BANGKOK -- Youth-led pro-democracy protests have swept Thailand. Big or small, they occur almost every day somewhere in the kingdom, calling for broad reforms. At least 55 out of 76 provinces have had rallies since mid-July.
About 20,000 people gathered on Sunday at Democracy Monument near the administrative heart of Bangkok, making it the biggest rally since a coup in 2014. Some protesters were not afraid to raise a debate on Thailand's long-standing taboo -- the role of the monarchy in politics and society.
What are the protesters' demands?
At Sunday's rally, organizer Free People presented three demands: the dissolution of both chambers of parliament, the rewriting of contentious parts of the constitution, and an end to official harassment that inhibits people from exercising their fundamental rights.
They said no coup should be staged and no national unity government should be formed in the future.
The tone of these requests was less radical than when 10 proposed reforms to the monarchy were read out by a spokesperson for another protester group, Student Union of Thailand, on Aug. 10 at Thammasat University. But the underlying message is the same: Allow Thailand to segue to a democratic form of government with the monarchy under the constitution.
The lighter tone made it easier for people to join the rally, and attendance swelled to about 20,000 people.
What drove people to the streets?
Political and judicial developments since the March 2019 general election have young people questioning if their say has been marginalized. Over 7.3 million voters under 25 years old took part in that election; it was their first opportunity to exercise voting rights.
Those who initiated the recent pro-democracy movements most likely cast ballots for Future Forward, a party founded in 2018 by 41-year-old billionaire Thanathorn Juangroongruangkit. The party's pledge to update the constitution, cut the military budget and bring the military under civilian control resonated with discontented youth. Future Forward gained 6.3 million votes, or 17.8% of the ballots, and won 81 out of 500 lower house seats.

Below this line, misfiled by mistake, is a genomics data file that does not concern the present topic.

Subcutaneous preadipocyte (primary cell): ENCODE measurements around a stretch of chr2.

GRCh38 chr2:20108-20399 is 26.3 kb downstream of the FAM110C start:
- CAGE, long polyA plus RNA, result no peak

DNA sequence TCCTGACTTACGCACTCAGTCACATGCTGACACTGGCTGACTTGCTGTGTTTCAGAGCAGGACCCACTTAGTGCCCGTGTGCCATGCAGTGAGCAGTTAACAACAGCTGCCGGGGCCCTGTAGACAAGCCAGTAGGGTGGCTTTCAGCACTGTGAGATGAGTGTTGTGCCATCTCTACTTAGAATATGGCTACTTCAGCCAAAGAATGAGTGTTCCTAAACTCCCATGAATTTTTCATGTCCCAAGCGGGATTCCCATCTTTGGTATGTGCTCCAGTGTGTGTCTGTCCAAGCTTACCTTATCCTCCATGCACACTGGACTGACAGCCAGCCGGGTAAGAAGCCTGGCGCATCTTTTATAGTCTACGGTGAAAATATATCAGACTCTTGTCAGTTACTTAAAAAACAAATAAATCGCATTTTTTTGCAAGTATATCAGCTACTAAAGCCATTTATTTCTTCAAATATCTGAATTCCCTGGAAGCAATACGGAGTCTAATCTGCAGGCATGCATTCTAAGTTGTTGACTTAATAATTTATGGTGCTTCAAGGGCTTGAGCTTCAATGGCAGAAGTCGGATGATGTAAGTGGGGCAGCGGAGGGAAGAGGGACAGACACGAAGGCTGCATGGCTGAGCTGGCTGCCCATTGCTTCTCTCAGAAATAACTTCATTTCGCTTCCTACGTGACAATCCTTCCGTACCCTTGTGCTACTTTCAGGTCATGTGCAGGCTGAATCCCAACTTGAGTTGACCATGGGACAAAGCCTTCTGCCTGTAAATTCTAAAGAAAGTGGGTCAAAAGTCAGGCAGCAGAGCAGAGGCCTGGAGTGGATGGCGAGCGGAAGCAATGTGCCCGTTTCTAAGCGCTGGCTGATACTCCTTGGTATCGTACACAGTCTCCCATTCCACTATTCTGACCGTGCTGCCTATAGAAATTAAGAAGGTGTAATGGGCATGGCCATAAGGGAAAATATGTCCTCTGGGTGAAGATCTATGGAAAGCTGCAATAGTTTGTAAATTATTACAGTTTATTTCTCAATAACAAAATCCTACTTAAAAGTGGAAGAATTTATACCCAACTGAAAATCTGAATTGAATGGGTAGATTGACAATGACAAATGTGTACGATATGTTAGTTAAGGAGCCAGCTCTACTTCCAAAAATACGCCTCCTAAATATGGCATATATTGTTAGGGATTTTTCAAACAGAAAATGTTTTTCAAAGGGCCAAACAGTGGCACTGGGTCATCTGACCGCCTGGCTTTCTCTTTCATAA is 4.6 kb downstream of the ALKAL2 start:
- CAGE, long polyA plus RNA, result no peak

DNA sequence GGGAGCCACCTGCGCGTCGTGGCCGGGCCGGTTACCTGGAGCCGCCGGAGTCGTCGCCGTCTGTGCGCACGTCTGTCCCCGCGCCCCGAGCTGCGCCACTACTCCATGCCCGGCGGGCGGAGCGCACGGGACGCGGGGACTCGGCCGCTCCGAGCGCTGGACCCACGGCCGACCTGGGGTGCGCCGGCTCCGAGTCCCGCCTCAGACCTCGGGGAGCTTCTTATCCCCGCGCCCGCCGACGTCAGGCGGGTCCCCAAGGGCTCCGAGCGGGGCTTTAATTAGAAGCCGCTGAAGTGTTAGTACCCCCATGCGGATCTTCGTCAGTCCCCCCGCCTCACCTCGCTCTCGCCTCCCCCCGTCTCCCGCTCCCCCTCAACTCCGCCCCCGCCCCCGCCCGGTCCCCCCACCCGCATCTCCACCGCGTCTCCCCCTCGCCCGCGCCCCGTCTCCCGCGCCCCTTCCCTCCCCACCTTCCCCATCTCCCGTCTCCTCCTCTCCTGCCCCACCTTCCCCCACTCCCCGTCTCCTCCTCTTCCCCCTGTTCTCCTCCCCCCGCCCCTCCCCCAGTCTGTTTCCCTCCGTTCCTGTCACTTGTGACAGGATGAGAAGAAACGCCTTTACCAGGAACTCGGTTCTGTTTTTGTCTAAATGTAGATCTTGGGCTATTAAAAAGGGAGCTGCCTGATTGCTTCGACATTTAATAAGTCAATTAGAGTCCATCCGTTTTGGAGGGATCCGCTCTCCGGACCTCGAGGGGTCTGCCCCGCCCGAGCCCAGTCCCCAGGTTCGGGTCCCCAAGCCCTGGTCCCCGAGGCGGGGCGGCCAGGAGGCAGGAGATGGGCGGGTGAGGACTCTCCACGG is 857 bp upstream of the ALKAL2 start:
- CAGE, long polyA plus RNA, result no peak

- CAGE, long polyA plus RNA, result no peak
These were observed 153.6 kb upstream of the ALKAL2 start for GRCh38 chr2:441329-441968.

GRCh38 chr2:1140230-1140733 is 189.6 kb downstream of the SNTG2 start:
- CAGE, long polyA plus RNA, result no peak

But the charismatic Thanathorn lost his parliamentary status in November 2019 after the Constitutional Court ruled he had violated laws prohibiting election candidates from owning shares in media companies. In February, the same court ordered the disbandment of Future Forward for illegally accepting funds from Thanathorn. While the authorities insist they were enforcing the law, young Thais saw something else, the muzzling of the progressive party and its leader.
Faith in the country's justice system further deteriorated in July, when the public became aware that a hit-and-run case against Vorayuth Yoovidhya, the grandson of billionaire Red Bull co-founder Chaleo Yoovidhya, had been quietly dropped by the attorney general's office back in January.
An economy pushed to the brink by the pandemic also has many Thais up in arms. It shrank by 12.2% during the three months ending June, compared with the same period the previous year.
How are these different from past rallies?
A willingness to challenge long-held taboos is the biggest difference between the recent rallies and past ones, and it has been fostered by the anonymous nature of the internet.
Thailand's history is filled with protests and coups. For about a decade up until the 2014 coup, the main protesters were so-called Red Shirts and Yellow Shirts. The Red Shirts were supporters of former Prime Minister Thaksin Shinawatra, now a fugitive, and included many rural poor. The Yellow Shirts were concentrated in Bangkok and were seen as representing urban elites and the old status quo. Although their clashes often led to bloodshed, taboo subjects like the monarchy remained off-limits.